spray-caching provides a lightweight and fast in-memory caching functionality based on Akka Futures and concurrentlinkedhashmap. The primary use-case is the “wrapping” of an expensive operation with a caching layer that, based on a certain key of type K, runs the wrapped operation only once and returns the the cached value for all future accesses for the same key (as long as the respective entry has not expired).

The central idea of a spray-caching cache is to not store the actual values of type T themselves in the cache but rather corresponding Akka Futures, i.e. instances of type Future[T]. This approach has the advantage of nicely taking care of the thundering herds problem where many requests to a particular cache key (e.g. a resource URI) arrive before the first one could be completed. Normally (without special guarding techniques, like so-called “cowboy” entries) this can cause many requests to compete for system resources while trying to compute the same result thereby greatly reducing overall system performance. When you use a spray-caching cache the very first request that arrives for a certain cache key causes a future to be put into the cache which all later requests then “hook into”. As soon as the first request completes all other ones complete as well. This minimizes processing time and server load for all requests.


Apart from the Scala library (see Current Versions chapter) spray-caching depends on


The Maven Repository chapter contains all the info about how to pull spray-caching into your classpath.

Afterwards just import spray.caching._ to bring all relevant identifiers into scope.

The Cache Interface

All spray-caching cache implementations implement the Cache trait, which allows you to interact with the cache through nine methods:

  • def apply(key: Any)(expr: => V): Future[V] wraps an “expensive” expression with caching support. Note, that the generation expression is never run inside a Future with this overload. Instead, either, the cache already contains an entry for the key in which case the existing result is returned, or the generating expression is synchronously run to produce the value.
  • def apply(key: Any)(future: => Future[V]): Future[V] is similar, but allows the expression to produce the future itself.
  • def apply(key: Any)(func: Promise[V] => Unit): Future[V] provides a “push-style” alternative.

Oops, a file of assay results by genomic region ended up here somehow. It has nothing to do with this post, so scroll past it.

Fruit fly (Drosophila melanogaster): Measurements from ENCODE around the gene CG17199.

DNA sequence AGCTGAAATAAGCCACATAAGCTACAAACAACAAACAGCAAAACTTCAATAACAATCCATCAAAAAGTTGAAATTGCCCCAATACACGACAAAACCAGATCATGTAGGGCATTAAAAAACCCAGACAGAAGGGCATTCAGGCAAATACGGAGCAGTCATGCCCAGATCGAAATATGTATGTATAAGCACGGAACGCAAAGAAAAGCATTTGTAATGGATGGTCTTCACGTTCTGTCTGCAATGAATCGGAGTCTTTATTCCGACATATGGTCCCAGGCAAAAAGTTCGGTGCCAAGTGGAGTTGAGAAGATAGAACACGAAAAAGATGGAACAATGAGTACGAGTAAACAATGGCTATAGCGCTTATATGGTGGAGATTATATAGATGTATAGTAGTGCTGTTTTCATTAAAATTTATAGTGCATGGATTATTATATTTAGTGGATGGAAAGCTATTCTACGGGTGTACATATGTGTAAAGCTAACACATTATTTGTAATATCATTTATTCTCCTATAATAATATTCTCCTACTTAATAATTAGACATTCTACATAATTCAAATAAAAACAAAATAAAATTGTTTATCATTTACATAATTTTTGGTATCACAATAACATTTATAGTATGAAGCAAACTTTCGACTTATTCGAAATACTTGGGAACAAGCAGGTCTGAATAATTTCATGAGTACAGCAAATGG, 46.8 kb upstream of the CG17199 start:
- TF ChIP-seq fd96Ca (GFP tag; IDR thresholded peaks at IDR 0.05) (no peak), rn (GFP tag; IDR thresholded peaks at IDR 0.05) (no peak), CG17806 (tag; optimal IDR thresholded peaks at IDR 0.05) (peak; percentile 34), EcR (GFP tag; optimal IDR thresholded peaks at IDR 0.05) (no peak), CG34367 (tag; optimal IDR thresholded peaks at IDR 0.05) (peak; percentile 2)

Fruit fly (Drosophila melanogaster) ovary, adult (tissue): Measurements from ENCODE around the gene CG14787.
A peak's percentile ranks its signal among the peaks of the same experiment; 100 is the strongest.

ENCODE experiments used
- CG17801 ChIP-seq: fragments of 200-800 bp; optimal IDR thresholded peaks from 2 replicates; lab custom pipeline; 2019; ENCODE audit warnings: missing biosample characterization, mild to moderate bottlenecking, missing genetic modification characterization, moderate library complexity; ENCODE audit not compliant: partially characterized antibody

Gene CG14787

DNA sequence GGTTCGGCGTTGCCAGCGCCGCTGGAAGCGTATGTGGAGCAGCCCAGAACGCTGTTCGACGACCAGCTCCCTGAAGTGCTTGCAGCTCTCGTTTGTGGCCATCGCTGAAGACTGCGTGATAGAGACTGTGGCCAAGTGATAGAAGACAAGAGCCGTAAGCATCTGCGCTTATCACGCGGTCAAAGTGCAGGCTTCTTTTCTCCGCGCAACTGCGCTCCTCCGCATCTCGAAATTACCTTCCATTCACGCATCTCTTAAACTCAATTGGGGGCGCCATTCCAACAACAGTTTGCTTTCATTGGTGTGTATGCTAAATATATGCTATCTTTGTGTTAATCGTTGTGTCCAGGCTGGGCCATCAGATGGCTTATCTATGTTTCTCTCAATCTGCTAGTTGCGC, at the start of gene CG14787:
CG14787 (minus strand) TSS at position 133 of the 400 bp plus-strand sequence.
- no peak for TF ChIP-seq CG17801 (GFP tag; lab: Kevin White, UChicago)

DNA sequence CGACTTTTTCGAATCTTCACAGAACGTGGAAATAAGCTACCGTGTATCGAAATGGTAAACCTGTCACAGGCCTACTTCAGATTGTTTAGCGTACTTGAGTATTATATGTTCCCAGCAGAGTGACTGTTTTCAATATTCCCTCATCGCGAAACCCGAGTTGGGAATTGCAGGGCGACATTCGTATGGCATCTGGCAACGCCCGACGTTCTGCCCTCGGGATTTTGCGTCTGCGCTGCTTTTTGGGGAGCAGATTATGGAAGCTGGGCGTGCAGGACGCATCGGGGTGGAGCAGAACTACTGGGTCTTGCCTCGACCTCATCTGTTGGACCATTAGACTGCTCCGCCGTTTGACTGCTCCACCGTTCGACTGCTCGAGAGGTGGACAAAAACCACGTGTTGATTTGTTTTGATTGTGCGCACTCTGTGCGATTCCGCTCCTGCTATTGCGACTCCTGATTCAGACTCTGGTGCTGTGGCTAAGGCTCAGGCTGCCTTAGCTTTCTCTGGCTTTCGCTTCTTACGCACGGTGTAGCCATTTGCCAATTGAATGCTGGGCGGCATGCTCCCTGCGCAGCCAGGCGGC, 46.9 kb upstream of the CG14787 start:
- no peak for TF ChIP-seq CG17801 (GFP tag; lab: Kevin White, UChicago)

• def get(key: Any): Option[Future[V]] retrieves the future instance that is currently in the cache for the given key. Returns None if the key has no corresponding cache entry.
  • def remove(key: Any): Option[Future[V]] removes the cache item for the given key. Returns the removed item if it was found (and removed).
  • def clear() clears the cache by removing all entries.
  • def size(): Int returns the number of entries.
  • def keys(): Set[Any] returns the current keys as an unordered set.
  • def ascendingKeys(limit: Option[Int]): Iterator[Any] allows one to iterate through the keys in order from the least recently used to the most recently used.

Note that the apply overloads require an implicit ExecutionContext to be in scope.


import scala.concurrent.Future
import akka.actor.ActorSystem
import spray.caching.{LruCache, Cache}
import spray.util._

val system = ActorSystem()
import system.dispatcher

// if we have an "expensive" operation
def expensiveOp(): Double = new util.Random().nextDouble()

// and a Cache for its result type
val cache: Cache[Double] = LruCache()

// we can wrap the operation with caching support
// (providing a caching key)
def cachedOp[T](key: T): Future[Double] = cache(key) {

// and profit
cachedOp("foo").await === cachedOp("foo").await
cachedOp("bar").await !== cachedOp("foo").await

Cache Implementations

spray-caching comes with two implementations of the Cache interface, SimpleLruCache and ExpiringLruCache, both featuring last-recently-used cache eviction semantics and both internally wrapping a concurrentlinkedhashmap. They difference between the two only consists of whether they support time-based entry expiration or not.

The easiest way to construct a cache instance is via the apply method of the LruCache object, which has the following signature and creates a new ExpiringLruCache or SimpleLruCache depending on whether timeToLive and/or timeToIdle are finite (= expiring) or infinite:

 * Creates a new [[spray.caching.ExpiringLruCache]] or
 * [[spray.caching.SimpleLruCache]] instance depending on whether
 * a non-zero and finite timeToLive and/or timeToIdle is set or not.
def apply[V](maxCapacity: Int = 500,
             initialCapacity: Int = 16,
             timeToLive: Duration = Duration.Inf,
             timeToIdle: Duration = Duration.Inf): Cache[V] = {


This cache implementation has a defined maximum number of entries it can store. After the maximum capacity is reached new entries cause old ones to be evicted in a last-recently-used manner, i.e. the entries that haven’t been accessed for the longest time are evicted first.


This implementation has the same limited capacity behavior as the SimpleLruCache but in addition supports time-to-live as well as time-to-idle expiration. The former provides an upper limit to the time period an entry is allowed to remain in the cache while the latter limits the maximum time an entry is kept without having been accessed. If both values are finite the time-to-live has to be strictly greater than the time-to-idle.


Expired entries are only evicted upon next access (or by being thrown out by the capacity constraint), so they might prevent garbage collection of their values for longer than expected.